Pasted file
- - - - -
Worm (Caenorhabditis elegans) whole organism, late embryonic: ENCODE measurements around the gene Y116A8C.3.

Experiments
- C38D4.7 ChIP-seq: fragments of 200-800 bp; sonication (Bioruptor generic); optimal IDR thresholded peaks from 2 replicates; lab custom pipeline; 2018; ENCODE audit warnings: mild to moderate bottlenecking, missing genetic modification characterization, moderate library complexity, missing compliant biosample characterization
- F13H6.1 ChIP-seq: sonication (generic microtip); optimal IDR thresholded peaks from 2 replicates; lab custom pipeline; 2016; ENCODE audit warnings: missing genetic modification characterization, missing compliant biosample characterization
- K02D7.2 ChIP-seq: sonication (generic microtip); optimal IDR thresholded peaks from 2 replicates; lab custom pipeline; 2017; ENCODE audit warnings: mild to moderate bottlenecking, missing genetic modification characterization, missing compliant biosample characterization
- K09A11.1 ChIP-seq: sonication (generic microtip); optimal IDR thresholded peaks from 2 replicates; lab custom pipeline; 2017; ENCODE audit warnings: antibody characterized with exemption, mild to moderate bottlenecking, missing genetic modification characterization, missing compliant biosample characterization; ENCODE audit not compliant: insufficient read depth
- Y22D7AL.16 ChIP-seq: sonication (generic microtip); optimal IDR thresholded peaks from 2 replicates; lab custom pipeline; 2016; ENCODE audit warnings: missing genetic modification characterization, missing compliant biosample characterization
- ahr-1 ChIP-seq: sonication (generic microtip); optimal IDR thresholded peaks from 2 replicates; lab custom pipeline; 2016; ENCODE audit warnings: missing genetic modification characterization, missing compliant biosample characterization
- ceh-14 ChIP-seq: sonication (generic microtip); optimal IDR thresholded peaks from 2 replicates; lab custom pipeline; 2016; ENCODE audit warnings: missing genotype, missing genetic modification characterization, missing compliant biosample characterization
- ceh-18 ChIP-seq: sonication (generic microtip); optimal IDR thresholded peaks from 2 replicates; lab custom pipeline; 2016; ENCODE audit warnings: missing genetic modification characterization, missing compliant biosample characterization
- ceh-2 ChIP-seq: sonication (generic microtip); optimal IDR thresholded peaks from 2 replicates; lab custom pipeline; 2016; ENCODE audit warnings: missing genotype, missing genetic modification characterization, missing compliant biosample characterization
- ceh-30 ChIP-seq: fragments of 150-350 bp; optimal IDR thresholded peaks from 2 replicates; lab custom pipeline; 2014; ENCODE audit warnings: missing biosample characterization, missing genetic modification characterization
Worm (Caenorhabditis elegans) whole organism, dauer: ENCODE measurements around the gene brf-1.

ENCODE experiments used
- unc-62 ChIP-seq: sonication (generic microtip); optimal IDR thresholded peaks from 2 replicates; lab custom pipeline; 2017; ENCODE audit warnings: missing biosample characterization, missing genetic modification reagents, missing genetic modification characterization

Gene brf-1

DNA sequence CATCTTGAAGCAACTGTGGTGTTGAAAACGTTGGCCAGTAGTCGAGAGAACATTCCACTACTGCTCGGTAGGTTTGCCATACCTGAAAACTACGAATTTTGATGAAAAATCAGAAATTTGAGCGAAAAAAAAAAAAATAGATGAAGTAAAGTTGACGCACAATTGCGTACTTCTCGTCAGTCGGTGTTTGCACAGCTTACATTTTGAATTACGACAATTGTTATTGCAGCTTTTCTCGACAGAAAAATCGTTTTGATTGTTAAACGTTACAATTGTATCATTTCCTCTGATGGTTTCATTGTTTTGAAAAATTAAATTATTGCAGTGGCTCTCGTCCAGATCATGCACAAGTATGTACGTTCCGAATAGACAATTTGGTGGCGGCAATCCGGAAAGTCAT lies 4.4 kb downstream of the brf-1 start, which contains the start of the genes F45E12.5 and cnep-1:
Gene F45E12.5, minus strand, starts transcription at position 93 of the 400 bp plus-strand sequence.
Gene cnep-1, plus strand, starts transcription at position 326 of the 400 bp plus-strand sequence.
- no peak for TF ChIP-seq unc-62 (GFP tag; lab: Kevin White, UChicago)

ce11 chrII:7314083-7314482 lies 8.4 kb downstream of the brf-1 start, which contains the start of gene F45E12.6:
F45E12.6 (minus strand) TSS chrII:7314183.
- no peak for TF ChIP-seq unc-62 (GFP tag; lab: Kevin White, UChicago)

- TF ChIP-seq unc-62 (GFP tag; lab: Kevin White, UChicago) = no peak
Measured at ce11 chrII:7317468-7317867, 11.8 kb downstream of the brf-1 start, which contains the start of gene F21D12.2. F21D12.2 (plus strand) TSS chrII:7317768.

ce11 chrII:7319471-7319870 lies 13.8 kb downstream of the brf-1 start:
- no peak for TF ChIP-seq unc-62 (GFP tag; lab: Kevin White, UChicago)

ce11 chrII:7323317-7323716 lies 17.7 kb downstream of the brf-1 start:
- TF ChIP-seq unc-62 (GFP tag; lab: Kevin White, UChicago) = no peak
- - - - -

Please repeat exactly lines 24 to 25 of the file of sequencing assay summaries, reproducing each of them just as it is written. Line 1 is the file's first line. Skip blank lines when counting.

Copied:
- TF ChIP-seq unc-62 (GFP tag; lab: Kevin White, UChicago) = no peak
Measured at ce11 chrII:7317468-7317867, 11.8 kb downstream of the brf-1 start, which contains the start of gene F21D12.2. F21D12.2 (plus strand) TSS chrII:7317768.